All the lighting was with Profoto ProAcutes
Well, the new website is finally up. It has many nice little features but most importantly it works; its smooth, easy to navigate and you can understand what you are actually looking.
That’s a little beef of mine. While perusing other people sites, either photographers or creatives in general you never really know what they have actually worked on, what it was for or where it was used. Just because that photographer has an image of Gucci perfume on his site might not always mean it was for Gucci. He might have just received a bottle for his birthday and thought it would make a nice image. So the unsuspecting viewer comes along and says “wow”, Ralph has been shooting for Gucci when in fact it was nothing more than a test. I’m not saying its a bad thing, just be up front and say its a “test” or “personal”. You’ll find that all my images are captioned with all the necessary info.
If you have any comments or questions please feel free to ask away.
Oh ya, check out the cool little PDF creator on the left of the site to make you own PDF of your favourite images.
I just wanted to give everyone a little update to the model release post I wrote last month.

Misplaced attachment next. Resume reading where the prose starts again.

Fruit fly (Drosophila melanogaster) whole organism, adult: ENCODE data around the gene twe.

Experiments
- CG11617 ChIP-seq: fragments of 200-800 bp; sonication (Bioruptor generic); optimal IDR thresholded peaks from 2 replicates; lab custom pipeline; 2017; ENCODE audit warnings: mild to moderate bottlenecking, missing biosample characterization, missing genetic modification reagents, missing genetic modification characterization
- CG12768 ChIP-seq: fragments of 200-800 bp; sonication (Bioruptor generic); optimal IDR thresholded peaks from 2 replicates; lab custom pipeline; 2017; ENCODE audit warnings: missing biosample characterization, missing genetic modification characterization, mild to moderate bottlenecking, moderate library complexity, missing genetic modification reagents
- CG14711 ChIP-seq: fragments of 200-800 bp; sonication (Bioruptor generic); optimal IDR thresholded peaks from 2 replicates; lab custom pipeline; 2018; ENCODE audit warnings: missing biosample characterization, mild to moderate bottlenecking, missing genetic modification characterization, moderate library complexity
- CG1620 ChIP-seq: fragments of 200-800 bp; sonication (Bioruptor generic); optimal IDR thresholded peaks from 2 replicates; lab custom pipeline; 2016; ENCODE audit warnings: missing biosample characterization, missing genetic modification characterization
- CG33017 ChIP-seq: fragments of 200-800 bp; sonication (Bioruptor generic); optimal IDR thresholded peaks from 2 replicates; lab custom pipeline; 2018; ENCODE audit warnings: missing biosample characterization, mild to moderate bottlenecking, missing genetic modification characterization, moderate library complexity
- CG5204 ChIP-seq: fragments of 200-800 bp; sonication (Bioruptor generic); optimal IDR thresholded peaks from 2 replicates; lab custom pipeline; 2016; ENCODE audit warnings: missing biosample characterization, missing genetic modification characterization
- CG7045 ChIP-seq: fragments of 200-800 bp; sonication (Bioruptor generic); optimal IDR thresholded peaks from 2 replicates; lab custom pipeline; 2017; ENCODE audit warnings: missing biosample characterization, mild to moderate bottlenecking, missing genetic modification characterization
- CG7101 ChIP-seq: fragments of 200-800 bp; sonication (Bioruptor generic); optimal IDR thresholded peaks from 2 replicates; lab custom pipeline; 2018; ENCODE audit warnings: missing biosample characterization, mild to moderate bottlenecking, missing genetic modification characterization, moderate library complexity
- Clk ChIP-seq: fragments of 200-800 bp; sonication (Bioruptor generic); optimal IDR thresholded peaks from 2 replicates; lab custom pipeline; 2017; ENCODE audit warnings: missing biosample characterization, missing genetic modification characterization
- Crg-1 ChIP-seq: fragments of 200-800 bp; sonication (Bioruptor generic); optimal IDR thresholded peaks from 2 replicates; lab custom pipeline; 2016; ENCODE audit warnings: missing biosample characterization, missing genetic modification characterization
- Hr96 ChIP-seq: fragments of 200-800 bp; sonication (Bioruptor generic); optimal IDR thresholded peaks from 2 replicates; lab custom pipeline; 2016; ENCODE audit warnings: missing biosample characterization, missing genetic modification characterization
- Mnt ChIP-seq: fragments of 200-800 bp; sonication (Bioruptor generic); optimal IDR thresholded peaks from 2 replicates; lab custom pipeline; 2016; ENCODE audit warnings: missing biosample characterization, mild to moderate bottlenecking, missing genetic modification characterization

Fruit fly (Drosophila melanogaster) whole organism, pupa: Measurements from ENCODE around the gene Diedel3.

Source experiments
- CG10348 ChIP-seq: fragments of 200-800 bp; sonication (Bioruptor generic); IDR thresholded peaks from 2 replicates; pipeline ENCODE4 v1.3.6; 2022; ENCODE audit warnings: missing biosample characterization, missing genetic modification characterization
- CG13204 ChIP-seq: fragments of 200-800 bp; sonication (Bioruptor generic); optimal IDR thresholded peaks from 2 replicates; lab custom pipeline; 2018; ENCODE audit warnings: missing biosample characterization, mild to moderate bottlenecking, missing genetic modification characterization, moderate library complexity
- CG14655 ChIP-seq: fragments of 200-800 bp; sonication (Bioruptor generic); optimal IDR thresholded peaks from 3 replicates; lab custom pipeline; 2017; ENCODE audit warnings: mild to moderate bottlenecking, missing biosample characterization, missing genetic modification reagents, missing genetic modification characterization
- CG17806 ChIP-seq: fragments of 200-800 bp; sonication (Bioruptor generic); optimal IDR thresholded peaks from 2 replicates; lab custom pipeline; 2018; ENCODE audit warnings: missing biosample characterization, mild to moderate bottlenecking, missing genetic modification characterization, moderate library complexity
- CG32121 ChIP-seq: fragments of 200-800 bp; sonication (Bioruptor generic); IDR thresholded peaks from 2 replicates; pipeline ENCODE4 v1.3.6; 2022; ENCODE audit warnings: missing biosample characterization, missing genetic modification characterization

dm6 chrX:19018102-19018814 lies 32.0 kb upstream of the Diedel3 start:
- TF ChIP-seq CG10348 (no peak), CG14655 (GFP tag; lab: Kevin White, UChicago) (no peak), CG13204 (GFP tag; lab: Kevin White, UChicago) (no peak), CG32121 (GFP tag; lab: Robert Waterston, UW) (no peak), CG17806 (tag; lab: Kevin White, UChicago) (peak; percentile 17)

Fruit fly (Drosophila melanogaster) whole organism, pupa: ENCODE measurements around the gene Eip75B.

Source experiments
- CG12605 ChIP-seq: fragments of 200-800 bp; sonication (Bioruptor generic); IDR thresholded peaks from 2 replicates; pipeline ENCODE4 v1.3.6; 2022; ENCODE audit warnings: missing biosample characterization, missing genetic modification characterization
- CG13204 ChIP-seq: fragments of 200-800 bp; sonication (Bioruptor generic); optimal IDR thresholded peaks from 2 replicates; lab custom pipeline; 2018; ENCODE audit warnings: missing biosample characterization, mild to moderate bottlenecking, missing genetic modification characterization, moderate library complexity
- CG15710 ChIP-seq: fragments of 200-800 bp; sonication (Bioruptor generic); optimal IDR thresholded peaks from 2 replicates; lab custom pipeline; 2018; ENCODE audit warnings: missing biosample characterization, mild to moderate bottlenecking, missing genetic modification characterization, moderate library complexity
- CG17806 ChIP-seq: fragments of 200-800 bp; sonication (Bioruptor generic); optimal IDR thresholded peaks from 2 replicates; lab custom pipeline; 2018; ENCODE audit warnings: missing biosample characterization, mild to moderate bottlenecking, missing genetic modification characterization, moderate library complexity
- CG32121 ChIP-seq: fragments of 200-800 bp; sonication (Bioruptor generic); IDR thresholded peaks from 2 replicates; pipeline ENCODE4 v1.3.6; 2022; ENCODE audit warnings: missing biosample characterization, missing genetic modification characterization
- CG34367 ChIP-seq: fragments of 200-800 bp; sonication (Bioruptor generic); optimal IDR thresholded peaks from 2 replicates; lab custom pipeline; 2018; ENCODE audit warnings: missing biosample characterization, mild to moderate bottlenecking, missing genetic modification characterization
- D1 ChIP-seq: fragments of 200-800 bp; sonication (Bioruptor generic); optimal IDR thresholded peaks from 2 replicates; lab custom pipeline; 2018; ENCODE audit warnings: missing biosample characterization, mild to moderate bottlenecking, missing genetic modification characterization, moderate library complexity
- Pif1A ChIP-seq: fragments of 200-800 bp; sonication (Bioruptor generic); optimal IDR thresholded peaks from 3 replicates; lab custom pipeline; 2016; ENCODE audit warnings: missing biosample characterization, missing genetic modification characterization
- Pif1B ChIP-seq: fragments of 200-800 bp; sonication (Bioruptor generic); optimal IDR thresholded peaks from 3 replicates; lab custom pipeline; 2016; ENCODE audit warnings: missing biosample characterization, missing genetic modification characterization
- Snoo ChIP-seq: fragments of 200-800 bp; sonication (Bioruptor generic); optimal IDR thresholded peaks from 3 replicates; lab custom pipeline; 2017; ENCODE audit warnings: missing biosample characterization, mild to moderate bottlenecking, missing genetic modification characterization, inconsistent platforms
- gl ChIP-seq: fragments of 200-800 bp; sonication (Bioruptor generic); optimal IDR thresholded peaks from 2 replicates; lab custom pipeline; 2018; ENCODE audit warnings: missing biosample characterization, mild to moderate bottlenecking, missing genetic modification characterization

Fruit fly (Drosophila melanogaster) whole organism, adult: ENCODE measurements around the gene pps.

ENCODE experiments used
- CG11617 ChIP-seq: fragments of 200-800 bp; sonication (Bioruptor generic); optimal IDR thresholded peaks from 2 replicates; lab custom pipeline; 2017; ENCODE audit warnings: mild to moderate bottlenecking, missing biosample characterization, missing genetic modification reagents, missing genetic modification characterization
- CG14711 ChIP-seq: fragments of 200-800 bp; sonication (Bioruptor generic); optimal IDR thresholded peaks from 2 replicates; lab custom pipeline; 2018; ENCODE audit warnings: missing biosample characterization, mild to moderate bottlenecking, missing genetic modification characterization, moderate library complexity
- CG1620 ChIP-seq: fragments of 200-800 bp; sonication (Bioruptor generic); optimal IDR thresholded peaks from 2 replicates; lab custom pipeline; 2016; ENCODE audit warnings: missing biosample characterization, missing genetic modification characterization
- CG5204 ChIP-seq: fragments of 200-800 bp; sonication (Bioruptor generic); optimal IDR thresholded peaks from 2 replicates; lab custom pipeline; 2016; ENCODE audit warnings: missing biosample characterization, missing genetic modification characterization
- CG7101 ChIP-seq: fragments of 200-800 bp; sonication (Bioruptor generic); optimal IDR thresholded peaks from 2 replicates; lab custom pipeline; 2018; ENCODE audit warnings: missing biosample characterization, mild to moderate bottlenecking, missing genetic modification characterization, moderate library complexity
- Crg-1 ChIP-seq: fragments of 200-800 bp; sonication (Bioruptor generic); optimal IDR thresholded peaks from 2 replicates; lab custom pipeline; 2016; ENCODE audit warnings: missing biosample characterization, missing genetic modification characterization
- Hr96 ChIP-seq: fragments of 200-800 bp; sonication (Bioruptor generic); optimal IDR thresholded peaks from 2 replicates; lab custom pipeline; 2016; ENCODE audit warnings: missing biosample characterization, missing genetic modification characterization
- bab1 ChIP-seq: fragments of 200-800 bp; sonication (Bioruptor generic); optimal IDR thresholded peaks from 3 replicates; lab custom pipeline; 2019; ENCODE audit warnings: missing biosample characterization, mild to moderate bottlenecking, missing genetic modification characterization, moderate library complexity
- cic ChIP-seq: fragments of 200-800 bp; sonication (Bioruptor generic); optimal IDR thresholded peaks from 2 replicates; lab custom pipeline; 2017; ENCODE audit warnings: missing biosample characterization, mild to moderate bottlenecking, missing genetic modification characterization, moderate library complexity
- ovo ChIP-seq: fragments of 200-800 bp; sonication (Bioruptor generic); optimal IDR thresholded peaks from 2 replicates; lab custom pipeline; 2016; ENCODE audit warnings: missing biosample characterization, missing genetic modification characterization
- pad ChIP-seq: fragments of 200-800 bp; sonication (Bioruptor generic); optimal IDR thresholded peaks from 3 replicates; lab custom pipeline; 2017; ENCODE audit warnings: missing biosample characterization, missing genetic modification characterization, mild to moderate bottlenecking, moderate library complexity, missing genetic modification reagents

It has been several weeks and a dozen or so projects since I purchased and reviewed a couple of iPhone/iPad apps for creating model releases on the fly and paperless. I can honestly say that while the better of the two, East Release, is still on my phone, I haven’t used it for anything except the odd time I was left without my metal release folio. As commercial/advertising photographers we tend to work with a wide range of models and talent; young and old, tech savvy and not. We try to organize releases before they actually step in front of the camera but it all comes down to time. If we get those few extra seconds they seem to fleet away with chit chat or hair and make up. So when the shot is down and they are trying to get the hell off set, it’s like pulling hen’s teeth to get them to do a paper release let alone try to fumble through an electronic one. We were finding ourselves having to explain every step and point out the obvious, even to the tech savvy twenty somethings. Unfortunately we don’t have the time while on location. So paper is going to be staying with us for the foreseeable future.